Having attacked independent counsel Kenneth W. Starr for overzealous prosecution of Clinton, Torricelli is making the same charge in his own case, adding, in Clinton's words, that investigators are engaging in "the politics of personal destruction."

Wells has said that Torricelli has not been informed that he is a "target," a formality that would indicate that an indictment might be forthcoming.

New Jersey is seemingly caught in an epidemic of political corruption charges. The acting Republican governor withdrew from this year's election after questions were raised about past business ventures, and a state Supreme Court Justice recently escaped threatened impeachment.

With about $3 million in his campaign account and a reputation as a formidable fund-raiser, Torricelli would be regarded as all but invincible were it not for the charges swirling about.

"I don't care who the politician is, if there is one Page One headline after another, it's got to have a big impact. But not yet," says Maurice Carroll, whose Quinnipiac University polling unit surveys public opinion in the state. "No politician can survive day after day with this sort of thing - except Bill Clinton."

Still, the reports about Torricelli have not been followed in depth by many voters in the state, where political news travels slowly because of the scarcity of local TV stations.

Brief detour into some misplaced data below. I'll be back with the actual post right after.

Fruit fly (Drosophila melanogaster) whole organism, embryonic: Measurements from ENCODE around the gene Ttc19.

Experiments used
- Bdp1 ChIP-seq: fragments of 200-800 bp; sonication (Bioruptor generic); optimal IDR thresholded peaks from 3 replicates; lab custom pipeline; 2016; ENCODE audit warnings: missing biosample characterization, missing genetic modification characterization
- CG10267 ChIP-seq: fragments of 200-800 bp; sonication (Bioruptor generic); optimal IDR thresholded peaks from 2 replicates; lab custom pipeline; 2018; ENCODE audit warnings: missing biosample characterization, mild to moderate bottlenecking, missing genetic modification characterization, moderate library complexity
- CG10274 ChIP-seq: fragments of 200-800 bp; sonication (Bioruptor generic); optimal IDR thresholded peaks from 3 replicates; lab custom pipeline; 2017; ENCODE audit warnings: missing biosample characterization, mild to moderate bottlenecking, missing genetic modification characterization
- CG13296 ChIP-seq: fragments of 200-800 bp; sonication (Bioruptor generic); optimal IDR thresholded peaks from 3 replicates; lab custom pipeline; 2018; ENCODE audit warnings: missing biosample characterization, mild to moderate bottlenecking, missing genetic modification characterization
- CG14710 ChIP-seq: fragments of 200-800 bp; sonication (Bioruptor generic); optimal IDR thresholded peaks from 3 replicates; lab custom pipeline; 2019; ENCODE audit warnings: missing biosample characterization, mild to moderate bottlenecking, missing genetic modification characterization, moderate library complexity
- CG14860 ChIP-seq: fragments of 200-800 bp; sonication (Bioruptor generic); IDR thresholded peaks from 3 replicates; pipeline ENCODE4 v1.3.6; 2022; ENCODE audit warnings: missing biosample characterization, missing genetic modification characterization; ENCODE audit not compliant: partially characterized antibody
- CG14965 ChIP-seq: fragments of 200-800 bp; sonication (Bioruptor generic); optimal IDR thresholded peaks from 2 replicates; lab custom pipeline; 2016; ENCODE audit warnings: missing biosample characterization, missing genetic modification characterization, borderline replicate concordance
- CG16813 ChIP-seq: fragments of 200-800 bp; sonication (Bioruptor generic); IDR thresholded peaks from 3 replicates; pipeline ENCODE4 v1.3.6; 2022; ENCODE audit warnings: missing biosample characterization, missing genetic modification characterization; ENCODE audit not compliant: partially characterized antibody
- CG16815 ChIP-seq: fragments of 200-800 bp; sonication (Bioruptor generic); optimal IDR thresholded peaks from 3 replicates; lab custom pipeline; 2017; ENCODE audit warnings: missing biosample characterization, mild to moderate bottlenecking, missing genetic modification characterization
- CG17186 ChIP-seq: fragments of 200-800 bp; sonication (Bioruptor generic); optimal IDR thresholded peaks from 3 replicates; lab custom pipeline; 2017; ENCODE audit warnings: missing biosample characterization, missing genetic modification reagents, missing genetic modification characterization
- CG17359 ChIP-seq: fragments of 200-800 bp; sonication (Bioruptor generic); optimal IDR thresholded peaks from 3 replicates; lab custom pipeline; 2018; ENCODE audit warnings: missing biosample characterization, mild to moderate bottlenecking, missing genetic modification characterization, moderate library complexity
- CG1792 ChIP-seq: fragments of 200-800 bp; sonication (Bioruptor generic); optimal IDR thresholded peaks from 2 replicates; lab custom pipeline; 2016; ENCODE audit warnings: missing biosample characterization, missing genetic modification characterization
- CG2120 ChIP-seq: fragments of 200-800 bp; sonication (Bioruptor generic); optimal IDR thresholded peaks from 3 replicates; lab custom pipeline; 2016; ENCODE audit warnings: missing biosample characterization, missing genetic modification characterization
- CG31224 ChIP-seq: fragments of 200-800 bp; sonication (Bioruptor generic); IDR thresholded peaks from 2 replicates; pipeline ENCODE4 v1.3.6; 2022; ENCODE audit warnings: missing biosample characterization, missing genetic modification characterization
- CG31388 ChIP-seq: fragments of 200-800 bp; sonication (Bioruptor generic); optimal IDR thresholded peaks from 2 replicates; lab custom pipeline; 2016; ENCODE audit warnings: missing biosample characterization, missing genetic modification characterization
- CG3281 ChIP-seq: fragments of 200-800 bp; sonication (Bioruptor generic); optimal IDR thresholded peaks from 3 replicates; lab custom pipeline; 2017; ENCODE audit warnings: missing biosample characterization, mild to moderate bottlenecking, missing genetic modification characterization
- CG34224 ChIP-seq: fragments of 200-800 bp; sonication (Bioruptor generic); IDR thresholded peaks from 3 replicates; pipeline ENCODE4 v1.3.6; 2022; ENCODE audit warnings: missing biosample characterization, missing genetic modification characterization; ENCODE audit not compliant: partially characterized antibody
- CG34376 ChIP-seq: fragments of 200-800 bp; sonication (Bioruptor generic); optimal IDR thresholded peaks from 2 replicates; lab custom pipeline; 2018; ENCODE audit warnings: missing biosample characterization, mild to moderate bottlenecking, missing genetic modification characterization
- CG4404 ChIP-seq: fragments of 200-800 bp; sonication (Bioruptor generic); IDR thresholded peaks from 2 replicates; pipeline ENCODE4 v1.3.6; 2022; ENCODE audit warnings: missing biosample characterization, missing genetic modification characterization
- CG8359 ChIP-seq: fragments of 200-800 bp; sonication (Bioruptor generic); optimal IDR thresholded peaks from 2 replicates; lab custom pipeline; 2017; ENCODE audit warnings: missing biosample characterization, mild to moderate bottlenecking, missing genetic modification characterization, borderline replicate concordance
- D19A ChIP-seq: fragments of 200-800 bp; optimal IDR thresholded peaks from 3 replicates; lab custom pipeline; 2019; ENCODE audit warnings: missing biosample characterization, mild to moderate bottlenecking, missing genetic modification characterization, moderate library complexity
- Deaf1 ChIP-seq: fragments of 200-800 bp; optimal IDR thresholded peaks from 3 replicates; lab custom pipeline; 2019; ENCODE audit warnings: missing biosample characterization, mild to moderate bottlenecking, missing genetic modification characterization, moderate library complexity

And Republican campaign officials admit that they don't have a high-profile challenger at the moment. Besides, they say, the election will largely be a referendum on Torricelli in any case.

"It's a surprise, but there's no question that he has become one of the most vulnerable" Senate incumbents, said Mitch Bainwol, executive director of the National Republican Senatorial Committee.

Torricelli has tried to reassure Democrats that he'll retain his seat in the 50-50 Senate. Friends say the combative senator would fight any criminal charges, rather than resign. In a private session with Democratic senators last month, Torricelli likened his situation to the Clinton investigations.

No longer eager for the spotlight, he tried to slip out of the Capitol on a recent afternoon, ducking a cluster of waiting reporters. To one who followed him out the door, the senator expressed confidence that he'd survive the latest attack on his integrity.

"People of good faith will come together and resolve it," he said, predicting an end to the investigation "in another month or two."